Augustin Berque

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A transmodern conception of nature is proposed, sublating (aufhebend) the Aristotelian logic of the identity of the subject and the Nishidian paleologic of the identity of the predicate, and discussing, as concrete examples, Imanishi’s theory of evolution and Fukuoka’s natural farming.

20. Journal of Japanese Philosophy: Volume > 6
Takahiro Nakajima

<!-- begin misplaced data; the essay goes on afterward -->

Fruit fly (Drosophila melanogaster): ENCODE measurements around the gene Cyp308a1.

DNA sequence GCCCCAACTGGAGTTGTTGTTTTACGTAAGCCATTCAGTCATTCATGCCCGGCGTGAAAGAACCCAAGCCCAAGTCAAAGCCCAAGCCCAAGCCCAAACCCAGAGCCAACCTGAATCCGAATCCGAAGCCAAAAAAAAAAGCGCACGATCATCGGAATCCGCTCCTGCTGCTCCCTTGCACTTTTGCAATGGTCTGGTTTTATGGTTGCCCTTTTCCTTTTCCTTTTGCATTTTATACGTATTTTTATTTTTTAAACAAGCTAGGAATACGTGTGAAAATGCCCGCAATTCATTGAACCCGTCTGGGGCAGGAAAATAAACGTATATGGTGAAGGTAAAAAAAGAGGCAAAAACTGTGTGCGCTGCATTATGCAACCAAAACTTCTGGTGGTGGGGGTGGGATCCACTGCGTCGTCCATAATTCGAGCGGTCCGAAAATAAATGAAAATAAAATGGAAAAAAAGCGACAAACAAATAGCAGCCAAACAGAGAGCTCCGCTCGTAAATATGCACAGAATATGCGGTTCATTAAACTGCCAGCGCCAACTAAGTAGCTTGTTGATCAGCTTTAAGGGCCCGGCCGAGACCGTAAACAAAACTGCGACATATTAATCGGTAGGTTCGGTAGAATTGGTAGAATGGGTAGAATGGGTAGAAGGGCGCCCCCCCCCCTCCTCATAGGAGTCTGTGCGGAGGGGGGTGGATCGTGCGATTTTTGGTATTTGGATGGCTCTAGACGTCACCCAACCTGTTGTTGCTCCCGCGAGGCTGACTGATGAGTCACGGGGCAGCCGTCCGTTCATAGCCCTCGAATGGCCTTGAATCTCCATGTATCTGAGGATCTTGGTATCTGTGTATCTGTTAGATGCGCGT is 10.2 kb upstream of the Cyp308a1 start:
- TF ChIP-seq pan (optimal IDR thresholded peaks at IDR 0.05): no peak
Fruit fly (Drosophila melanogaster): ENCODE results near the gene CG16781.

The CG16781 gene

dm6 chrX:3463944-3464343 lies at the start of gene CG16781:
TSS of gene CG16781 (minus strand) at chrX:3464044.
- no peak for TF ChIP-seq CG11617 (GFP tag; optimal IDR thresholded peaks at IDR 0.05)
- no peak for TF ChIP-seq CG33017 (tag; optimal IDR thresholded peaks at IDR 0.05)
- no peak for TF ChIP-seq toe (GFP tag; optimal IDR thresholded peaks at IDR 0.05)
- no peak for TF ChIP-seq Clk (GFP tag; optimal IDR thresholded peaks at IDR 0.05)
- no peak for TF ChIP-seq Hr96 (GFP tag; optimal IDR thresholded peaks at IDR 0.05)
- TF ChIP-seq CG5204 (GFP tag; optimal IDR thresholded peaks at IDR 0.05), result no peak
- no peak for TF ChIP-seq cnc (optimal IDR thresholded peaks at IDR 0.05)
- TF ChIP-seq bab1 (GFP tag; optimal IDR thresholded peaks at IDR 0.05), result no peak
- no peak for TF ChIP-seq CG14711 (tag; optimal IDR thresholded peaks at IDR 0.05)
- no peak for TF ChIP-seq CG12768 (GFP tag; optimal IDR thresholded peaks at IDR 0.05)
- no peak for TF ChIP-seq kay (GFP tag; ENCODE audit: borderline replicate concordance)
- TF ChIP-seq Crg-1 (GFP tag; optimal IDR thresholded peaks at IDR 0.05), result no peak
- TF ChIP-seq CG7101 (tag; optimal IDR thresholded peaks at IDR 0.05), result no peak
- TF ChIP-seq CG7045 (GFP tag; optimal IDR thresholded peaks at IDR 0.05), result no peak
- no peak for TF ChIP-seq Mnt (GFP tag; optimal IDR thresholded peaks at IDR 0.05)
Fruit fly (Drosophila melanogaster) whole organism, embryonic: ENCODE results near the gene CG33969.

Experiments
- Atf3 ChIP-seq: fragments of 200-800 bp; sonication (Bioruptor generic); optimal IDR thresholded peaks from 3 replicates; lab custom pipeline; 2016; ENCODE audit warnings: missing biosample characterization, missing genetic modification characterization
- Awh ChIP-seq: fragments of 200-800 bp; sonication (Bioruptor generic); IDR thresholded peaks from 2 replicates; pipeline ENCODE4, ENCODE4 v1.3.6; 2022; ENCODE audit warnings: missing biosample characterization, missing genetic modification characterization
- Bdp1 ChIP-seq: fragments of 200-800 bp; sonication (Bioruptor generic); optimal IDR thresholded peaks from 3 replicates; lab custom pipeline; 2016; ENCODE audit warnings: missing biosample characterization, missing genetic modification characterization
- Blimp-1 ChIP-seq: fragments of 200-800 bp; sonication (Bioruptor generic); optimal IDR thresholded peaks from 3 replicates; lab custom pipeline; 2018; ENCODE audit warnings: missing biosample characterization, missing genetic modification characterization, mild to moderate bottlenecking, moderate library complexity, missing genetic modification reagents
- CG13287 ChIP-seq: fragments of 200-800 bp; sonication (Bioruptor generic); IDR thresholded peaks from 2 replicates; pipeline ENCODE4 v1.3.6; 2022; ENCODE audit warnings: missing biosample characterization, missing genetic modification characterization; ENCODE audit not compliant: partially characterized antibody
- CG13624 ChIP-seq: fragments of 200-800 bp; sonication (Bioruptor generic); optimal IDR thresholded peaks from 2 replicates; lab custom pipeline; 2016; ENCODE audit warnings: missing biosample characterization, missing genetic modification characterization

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Japanese Modernity questioned the relationship between religion and the state. By referring to Confucianism, Japanese philosophers tried to give answers to this question. Inoue Enryō tried to establish an officially recognized religion that could be represented in Buddhism or Shintoism. Confucianism was excluded then. However, with the enactment of the Imperial Rescript on Education (1890), the situation would change: Confucianism, along with Shintoism, was introduced as the foundation of national morality. Following this, Nishida Kitarō emphasized the role of religion instead of morality to support the foundation of a nation. In this vein, Buddhism and Confucianism played an important role of religion in Nishida’s discourse. Inoue Tetsujirō took an ambiguous attitude to religion and morality. In contrast to Nishida, he regarded morality as having a status higher than religion. Nonetheless, he still thought Confucianism had some religious aspect. Hattori Unokichi radicalized moralization in the claim that Confucianism was a teaching of morality without any aspect of religion. By dereligionizing Confucianism, he tried to reappropriate Confucianism in Japan. From these different approaches to religion and morality as the possible foundations of the nation-state, we can find different philosophical understandings of Confucianism in modern Japan.